Kellaway launched his film-composer career in 1968 by scoring, arranging and conducting the music for “Paper Lion,” starring Alan Alda. The following year, he played piano on the soundtrack for “Change of Habit,” Elvis Presley’s last movie as an actor.

“I spent a day with him at Universal doing the soundtrack,” Kellaway recalls of Presley. “What a nice guy.”

From Elvis, the ever-eclectic Kellaway segued to George Balanchine, the presiding genius of the New York City Ballet, who commissioned Roger to compose a ballet based on a Pan American Airways television commercial. Balanchine supplied the choreography, and Kellaway got to conduct one of the performances at Lincoln Center. During the same period, roughly 1969-70, he wrote and recorded “Remembering You,” the piano instrumental closing theme for the enormously popular TV series “All In The Family.” The honkytonk style Kellaway adopted for this recording also served him well on one he did for the singer Melanie — “Brand New Key,” which shot up to No. 1 on the Billboard Hot 100 chart at the end of 1971, and stayed there for three weeks.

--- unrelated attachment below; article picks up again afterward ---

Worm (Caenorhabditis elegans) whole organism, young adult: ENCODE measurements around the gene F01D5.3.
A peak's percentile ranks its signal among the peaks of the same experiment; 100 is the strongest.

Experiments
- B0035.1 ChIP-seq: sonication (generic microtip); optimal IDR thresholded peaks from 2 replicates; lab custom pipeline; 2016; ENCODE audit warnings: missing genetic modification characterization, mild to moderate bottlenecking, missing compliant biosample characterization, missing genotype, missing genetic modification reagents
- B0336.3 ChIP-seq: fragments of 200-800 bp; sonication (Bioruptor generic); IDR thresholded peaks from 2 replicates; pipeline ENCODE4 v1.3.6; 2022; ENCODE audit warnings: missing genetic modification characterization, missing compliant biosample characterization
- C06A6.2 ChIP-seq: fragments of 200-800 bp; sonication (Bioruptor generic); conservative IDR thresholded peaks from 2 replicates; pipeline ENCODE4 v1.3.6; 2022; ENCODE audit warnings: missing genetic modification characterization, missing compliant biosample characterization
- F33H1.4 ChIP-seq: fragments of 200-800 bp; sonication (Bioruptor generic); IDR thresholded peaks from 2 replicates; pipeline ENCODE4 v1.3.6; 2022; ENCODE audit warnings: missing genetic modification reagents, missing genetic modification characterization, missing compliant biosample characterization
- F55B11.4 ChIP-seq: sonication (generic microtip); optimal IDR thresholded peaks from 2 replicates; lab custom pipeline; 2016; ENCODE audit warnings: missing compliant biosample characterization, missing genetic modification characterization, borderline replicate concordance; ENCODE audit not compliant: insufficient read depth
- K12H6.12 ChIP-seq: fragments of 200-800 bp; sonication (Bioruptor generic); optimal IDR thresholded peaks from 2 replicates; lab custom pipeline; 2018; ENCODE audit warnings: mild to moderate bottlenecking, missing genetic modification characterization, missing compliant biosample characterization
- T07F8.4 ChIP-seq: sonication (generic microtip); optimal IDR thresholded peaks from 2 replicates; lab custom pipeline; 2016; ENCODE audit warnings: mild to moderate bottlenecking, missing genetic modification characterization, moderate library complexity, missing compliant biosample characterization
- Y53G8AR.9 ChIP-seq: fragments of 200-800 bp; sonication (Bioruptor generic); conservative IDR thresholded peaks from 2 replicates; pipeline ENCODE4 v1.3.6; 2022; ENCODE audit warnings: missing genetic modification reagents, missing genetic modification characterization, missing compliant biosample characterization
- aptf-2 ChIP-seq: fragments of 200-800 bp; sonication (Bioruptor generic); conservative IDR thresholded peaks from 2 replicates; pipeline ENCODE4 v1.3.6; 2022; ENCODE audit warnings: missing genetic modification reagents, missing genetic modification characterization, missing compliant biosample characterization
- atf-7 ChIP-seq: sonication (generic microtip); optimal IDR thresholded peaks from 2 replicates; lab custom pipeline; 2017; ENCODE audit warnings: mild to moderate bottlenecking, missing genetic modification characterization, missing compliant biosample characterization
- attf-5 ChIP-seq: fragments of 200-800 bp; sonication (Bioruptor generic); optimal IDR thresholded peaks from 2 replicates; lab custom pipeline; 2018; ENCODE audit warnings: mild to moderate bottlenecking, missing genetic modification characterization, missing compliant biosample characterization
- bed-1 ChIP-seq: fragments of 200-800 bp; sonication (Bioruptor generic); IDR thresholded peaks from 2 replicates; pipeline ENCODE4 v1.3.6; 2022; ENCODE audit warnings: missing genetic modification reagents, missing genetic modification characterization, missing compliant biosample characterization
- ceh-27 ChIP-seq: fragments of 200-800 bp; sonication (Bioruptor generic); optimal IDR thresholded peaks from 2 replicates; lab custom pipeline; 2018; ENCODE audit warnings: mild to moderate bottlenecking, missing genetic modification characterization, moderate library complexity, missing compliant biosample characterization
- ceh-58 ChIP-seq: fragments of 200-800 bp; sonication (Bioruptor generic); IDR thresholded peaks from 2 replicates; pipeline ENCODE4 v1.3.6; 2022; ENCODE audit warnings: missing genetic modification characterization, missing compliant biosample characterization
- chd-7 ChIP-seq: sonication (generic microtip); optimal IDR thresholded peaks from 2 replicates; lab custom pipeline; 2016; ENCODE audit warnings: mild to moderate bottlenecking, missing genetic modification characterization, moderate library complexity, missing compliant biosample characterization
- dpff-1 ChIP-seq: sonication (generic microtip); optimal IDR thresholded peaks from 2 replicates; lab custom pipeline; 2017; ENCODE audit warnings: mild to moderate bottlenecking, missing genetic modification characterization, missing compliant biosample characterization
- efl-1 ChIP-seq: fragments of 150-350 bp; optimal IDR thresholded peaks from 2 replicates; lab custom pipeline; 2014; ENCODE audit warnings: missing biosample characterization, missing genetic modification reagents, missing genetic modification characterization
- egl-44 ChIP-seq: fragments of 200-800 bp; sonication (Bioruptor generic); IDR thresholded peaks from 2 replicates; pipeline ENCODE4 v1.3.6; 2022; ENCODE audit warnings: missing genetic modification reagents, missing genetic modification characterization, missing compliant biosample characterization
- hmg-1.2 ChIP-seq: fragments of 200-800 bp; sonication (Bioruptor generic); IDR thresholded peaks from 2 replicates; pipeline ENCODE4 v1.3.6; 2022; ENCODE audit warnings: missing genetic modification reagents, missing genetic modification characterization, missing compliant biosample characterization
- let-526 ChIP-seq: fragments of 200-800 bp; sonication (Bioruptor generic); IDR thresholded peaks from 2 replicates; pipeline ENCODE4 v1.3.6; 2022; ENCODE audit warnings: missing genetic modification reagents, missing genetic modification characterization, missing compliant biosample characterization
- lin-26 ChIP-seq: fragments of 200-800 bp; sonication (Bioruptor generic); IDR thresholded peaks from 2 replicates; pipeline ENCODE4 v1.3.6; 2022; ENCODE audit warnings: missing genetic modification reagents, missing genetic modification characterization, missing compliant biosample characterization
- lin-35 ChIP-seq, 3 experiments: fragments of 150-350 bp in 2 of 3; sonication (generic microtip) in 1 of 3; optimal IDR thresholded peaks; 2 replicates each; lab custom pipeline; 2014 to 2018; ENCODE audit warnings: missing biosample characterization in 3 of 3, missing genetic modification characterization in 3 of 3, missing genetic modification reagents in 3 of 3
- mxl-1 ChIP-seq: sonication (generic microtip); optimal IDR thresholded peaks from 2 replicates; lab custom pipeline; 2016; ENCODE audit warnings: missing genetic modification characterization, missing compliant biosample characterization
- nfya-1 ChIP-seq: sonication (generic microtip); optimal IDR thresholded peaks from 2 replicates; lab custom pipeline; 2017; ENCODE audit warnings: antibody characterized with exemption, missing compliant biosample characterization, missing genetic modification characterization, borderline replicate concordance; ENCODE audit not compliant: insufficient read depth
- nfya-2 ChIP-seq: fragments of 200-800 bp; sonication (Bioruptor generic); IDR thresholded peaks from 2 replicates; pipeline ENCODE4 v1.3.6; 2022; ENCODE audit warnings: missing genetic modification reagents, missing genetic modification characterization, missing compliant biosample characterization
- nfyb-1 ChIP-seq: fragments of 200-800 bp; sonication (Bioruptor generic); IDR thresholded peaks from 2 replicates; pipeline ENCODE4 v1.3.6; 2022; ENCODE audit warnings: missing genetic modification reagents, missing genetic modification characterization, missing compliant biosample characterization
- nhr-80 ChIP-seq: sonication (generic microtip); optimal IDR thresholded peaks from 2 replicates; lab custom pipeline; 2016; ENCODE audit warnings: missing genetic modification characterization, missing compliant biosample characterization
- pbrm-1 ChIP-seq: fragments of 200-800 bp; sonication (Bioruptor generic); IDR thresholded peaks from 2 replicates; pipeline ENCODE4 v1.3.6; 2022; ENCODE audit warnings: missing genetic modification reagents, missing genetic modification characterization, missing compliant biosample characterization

But there was nothing honkytonk about “The Roger Kellaway Cello Quartet,” also released in 1971, on Herb Alpert’s A&M Records. Despite the title, there was only one cello in the group, played by the classical-music virtuoso Edgar Lustgarten. The quartet’s other three members, including pianist Kellaway, were jazzmen. This disc represents a highly original synthesis of jazz and classical music. They sometimes are described as the beginning of “New Age” music, although Kellaway prefers the term “crossover.”

The Cello Quartet album is what first brought Kellaway to Ojai. The quartet performed at the Ojai Music Festival in 1973 at the invitation of Michael Tilson Thomas, who was that year’s musical director.

“He was a Cello Quartet fan,” Kellaway explains.

The Cello Quartet albums may have impressed Tilson Thomas, but they failed to sell well, and Gene Lees knew why.